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Geology, Minerals & Hydrocarbons

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The livelihoods and well-being of Pacific Islands are inextricably linked to the optimal and responsible exploitation of ocean, coastal and land-based resources, especially mineral resources. However, management of some "non-traditional" resources such as deep sea minerals and hydrocarbons are in many cases beyond the present capacity of SPC Member states and there is poor awareness of the necessary policy, legislation and environmental, fiscal, taxation management regimes needed to ensure Pacific Island interests and environments are protected.

Developing sustainable aggregate resources has been an important focal area for the Ocean and Islands Programme (OIP) over the years in recognition of the devastating impact of uncontrolled beach mining especially evident in urban atoll settings. In these settings, beach mining has increased as demand for building material has also increased. This example highlights the need for development of not only technically sound alternatives, but alternatives which are economically viable and socially appropriate. OIP will continue to deliver integrated technical solutions which include social and economic considerations.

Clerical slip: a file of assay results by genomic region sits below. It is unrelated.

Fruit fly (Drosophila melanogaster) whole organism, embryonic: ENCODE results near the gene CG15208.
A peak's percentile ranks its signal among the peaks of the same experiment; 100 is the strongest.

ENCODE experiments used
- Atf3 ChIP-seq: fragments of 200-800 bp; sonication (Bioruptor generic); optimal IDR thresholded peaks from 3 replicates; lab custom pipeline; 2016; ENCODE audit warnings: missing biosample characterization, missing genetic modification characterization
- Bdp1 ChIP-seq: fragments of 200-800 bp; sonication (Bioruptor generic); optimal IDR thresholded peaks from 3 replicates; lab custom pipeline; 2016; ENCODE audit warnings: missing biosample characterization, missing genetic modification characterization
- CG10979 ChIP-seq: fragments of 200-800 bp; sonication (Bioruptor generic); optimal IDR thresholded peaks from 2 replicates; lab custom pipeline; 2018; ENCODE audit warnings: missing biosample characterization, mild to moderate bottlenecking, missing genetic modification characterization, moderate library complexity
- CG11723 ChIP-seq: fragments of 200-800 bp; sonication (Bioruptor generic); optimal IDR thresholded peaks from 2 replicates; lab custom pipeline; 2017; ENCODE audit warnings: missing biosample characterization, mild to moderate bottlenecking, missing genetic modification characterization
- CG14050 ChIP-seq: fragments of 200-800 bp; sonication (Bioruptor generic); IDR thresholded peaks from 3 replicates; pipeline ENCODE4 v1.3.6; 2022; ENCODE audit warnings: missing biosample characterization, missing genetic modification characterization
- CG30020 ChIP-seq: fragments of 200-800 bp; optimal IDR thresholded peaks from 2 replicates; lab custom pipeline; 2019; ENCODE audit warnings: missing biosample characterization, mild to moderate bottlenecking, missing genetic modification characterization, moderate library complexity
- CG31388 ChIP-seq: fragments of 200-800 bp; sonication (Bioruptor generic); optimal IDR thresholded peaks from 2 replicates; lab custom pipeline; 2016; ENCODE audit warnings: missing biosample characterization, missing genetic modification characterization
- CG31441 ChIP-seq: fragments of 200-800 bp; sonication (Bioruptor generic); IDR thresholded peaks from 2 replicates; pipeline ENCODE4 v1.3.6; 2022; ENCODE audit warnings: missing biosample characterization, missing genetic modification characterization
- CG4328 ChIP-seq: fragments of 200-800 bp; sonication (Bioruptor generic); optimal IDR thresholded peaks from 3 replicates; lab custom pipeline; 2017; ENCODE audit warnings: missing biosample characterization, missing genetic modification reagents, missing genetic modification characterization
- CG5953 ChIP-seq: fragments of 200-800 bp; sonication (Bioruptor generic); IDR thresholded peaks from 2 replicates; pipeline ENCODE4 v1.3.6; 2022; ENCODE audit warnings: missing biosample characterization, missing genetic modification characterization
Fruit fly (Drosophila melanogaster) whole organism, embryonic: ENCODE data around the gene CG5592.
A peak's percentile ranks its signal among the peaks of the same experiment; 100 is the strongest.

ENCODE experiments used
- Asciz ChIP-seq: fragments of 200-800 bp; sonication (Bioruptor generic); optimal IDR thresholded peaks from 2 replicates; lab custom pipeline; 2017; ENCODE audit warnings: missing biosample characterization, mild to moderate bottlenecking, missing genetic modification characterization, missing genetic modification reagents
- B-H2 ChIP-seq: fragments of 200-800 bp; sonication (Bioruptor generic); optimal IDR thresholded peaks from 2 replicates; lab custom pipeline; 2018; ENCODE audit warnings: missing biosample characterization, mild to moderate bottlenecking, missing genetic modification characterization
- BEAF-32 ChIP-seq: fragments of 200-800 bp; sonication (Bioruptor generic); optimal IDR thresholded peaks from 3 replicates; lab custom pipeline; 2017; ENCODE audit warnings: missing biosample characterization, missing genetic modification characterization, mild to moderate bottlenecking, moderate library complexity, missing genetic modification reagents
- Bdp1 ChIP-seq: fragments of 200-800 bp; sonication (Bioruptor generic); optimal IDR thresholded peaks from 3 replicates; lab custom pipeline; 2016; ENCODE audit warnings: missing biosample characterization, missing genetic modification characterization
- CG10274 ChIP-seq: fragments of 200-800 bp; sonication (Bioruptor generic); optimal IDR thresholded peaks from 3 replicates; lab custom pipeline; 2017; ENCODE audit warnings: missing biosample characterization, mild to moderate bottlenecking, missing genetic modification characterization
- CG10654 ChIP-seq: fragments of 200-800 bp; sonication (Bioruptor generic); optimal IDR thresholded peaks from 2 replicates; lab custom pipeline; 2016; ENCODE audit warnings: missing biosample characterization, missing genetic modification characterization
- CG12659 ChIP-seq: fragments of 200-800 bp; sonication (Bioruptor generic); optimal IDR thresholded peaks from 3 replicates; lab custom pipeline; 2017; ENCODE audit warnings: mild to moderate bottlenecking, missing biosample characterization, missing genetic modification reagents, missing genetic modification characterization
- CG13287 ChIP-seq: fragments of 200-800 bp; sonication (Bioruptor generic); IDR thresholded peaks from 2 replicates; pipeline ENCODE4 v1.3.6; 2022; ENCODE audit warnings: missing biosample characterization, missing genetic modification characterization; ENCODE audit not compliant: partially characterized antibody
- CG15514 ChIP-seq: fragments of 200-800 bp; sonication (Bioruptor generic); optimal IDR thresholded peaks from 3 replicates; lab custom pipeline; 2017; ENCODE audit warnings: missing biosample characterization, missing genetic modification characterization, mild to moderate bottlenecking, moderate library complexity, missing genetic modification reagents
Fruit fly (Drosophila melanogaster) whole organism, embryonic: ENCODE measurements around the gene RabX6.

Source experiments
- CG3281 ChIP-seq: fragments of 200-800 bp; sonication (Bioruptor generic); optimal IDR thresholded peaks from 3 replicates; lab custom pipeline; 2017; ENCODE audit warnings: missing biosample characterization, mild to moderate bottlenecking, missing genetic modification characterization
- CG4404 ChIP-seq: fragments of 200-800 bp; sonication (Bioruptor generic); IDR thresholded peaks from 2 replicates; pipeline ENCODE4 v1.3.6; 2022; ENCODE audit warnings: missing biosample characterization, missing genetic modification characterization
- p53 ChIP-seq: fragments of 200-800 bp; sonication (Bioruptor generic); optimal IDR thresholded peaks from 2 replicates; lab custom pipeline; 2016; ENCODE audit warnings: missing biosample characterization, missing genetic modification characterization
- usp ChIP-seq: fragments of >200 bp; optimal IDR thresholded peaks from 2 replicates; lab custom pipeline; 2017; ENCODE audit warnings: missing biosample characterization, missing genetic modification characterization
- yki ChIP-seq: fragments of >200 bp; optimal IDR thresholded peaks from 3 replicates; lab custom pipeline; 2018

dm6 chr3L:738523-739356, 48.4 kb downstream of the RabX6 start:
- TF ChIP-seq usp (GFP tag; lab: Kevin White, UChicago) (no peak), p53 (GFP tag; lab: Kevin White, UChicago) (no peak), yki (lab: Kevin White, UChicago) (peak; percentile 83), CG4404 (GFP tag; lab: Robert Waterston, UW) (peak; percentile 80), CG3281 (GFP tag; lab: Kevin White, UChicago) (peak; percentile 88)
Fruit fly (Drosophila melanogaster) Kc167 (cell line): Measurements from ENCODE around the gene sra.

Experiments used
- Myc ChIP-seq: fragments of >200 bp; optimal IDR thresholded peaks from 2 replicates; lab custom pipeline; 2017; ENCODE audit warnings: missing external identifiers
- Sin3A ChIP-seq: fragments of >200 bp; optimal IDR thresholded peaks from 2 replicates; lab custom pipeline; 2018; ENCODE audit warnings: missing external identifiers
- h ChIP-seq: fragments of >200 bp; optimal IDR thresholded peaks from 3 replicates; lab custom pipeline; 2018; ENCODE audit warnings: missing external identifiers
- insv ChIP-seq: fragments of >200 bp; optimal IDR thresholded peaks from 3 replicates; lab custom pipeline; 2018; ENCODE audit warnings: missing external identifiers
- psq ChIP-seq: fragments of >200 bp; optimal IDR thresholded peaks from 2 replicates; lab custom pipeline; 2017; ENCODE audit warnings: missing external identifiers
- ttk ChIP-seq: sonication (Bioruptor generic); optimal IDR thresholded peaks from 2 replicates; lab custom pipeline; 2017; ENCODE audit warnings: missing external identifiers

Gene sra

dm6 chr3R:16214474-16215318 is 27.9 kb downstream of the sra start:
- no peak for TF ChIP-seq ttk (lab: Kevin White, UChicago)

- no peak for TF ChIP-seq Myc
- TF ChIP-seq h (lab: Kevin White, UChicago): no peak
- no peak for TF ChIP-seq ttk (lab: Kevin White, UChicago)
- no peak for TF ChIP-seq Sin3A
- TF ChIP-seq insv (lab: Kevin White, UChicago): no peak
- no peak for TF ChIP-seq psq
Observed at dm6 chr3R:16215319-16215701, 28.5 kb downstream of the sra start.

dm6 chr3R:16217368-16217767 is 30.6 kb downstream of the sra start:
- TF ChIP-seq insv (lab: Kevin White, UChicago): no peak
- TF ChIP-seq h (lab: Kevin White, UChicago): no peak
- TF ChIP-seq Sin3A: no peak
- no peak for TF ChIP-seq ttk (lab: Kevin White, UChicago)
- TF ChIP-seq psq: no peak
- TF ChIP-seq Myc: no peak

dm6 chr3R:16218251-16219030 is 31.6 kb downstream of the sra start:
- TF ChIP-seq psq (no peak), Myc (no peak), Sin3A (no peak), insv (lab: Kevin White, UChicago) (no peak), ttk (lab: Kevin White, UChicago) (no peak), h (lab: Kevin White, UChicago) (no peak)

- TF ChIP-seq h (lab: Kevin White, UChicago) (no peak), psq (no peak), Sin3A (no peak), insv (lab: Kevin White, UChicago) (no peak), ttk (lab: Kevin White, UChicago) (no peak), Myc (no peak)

Last Updated on Wednesday, 05 June 2013 15:00  


Newsflash

The unique freshwater challenges facing many small islands in the Pacific are highlighted in a new report released today by the UN Environment Programme and the Secretariat of the Pacific Community (SPC).

The report, “Freshwater under Threat – Pacific Islands”, written by David Duncan, Regional Environmental Engineer at SPC SOPAC’s Water and Sanitation Programme, found that the almost total reliance on rain-fed agriculture across all islands puts economies and livelihoods at risk.  Nearly 10% of deaths of children under five in the region are attributable to water related causes; 90% of these deaths, according to the report, can be traced to poor sanitation treatment systems.

The delivery of water supplies and sanitation services in many Pacific countries currently falls well short of Millennium Development Goal (MDG) targets. According to the report, access to improved drinking water sources in Fiji and Papua New Guinea (at 40% and 47%, respectively) is about half the global average and it is anticipated that both countries will fall significantly short of the Millennium Development Goal (MDG) for improved drinking water access.